WASHINGTON (RNS) The NCAA’s March Madness is down to the Sweet Sixteen, but Lent Madness has already skipped through the Saintly Sixteen, the Elate Eight, and the Faithful Four to crown an unlikely champion with a golden halo.
Frances Perkins, a champion of the working poor and the first woman to serve in a White House cabinet, beat out St. Luke the Evangelist to win the single-elimination online tourney of Episcopal saints.
Perkins, a heroine in the labor movement but unknown to many Americans and even many Episcopalians — was not expected to win. It’s akin to Florida Gulf Coast University actually taking the NCAA championship.
The competition — started four years ago by two Episcopal priests as a “whimsical Lenten devotion” — starts with 32 saints and this year prompted nearly 100,000 people to fill out brackets. Along the way, administrators of lentmadness.org post mini-biographies of the contenders, fun facts about their lives, and stories of their struggles and triumphs.
Players formed “a massive online community in which we all learned a bit more about how God works in the lives of people struggling much as we do,” said the Rev. Scott Gunn of Cincinnati, one of the competition’s founders.
Perkins succeeds Mary Magdalene, who last year met Queen Emma of Hawaii in the finals. Episcopal saints — ancient and modern — are considered heroes of the faith in Christian history, as compared to Catholic saints, who are canonized.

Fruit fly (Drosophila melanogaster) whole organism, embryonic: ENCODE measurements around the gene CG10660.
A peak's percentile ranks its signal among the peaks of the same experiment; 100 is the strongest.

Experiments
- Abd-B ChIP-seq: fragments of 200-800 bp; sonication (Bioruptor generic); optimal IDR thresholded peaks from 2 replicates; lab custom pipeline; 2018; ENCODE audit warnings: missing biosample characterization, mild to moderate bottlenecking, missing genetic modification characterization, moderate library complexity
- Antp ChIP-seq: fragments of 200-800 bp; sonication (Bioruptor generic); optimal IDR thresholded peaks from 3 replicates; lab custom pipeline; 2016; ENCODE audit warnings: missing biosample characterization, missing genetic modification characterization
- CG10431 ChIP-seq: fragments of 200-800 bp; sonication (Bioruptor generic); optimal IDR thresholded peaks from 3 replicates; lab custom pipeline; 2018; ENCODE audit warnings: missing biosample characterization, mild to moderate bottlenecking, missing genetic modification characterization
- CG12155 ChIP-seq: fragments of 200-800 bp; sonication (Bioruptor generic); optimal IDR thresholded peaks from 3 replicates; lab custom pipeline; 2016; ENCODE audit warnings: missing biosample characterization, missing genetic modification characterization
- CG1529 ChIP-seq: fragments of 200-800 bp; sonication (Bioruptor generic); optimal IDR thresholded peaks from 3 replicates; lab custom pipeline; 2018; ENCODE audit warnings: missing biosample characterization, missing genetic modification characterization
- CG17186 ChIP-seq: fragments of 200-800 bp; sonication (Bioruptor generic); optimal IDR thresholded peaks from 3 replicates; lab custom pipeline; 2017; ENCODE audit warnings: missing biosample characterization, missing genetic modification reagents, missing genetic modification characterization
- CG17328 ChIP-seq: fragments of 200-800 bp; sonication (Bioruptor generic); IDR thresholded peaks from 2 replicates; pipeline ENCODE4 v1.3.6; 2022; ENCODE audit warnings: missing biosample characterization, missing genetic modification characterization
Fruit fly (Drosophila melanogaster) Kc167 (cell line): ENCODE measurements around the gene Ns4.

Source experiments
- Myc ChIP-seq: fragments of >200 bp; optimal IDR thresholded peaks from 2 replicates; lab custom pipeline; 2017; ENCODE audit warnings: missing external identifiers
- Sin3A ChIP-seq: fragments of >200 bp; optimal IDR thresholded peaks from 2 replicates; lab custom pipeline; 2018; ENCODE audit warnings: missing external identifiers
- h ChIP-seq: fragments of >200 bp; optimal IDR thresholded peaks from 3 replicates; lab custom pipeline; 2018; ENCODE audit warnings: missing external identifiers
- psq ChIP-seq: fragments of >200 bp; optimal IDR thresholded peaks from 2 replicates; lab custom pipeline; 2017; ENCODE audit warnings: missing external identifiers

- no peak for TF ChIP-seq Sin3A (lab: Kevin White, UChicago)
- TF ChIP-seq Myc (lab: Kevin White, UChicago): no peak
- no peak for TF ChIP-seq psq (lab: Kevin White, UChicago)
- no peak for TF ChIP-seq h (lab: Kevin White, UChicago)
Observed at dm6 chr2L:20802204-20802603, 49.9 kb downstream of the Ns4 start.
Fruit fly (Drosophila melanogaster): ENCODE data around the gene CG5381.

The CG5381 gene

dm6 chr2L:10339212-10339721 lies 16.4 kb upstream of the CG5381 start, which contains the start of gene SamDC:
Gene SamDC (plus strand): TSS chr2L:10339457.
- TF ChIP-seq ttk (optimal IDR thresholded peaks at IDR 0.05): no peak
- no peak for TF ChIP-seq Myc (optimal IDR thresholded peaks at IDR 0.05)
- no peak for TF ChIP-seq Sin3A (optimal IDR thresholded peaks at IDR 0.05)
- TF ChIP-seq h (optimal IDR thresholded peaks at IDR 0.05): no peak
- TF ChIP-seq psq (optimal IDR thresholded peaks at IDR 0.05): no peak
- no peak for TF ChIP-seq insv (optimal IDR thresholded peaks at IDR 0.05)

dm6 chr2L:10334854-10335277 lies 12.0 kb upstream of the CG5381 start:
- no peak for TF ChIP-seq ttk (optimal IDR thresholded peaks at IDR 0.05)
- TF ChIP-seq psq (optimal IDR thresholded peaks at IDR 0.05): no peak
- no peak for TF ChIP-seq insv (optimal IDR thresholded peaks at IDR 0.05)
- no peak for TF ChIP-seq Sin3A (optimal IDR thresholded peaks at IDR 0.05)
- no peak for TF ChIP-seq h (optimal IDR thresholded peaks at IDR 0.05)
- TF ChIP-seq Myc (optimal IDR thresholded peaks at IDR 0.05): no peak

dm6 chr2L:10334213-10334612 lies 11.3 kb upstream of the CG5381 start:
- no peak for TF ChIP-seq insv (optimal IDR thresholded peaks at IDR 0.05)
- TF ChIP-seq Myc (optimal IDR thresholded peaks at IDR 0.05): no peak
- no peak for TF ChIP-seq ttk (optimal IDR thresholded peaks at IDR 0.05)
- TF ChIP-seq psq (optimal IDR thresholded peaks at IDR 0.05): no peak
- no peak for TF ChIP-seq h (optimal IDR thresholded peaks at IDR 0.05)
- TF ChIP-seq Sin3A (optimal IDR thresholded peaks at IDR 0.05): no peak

Perkins’ Lent Madness victory, announced on the Wednesday (March 28) before Easter, inspired jubilation at the Labor Department headquarters in Washington, which is named in her honor.
“There are 17,000 employees of the U.S. Department of Labor here and abroad,” said spokesman Carl Fillichio, “and almost everything we do she either thought of or envisioned.”
Boston-born Perkins, the longest-serving U.S. labor secretary, headed the department for Franklin Roosevelt’s entire presidency and helped establish a bevy of New Deal programs designed to pull the nation out of the Great Depression and weave a safety net for the working poor and their families.
She can be credited in great part for the minimum wage, unemployment insurance, the 40-hour work week, occupational safety protections and large swaths of the Social Security Act, among other public policies and programs.
“She is an icon for how baptized persons live out their ministry in the world,” said Episcopal Bishop Stephen Lane of Maine.
Perkin, who died in 1965, took her faith seriously, biographer Kirstin Downey wrote in “The Woman Behind the New Deal.”
Her faith “served as a bedrock and a way to seek meaning in life when so much seemed inexplicable,” Downey wrote.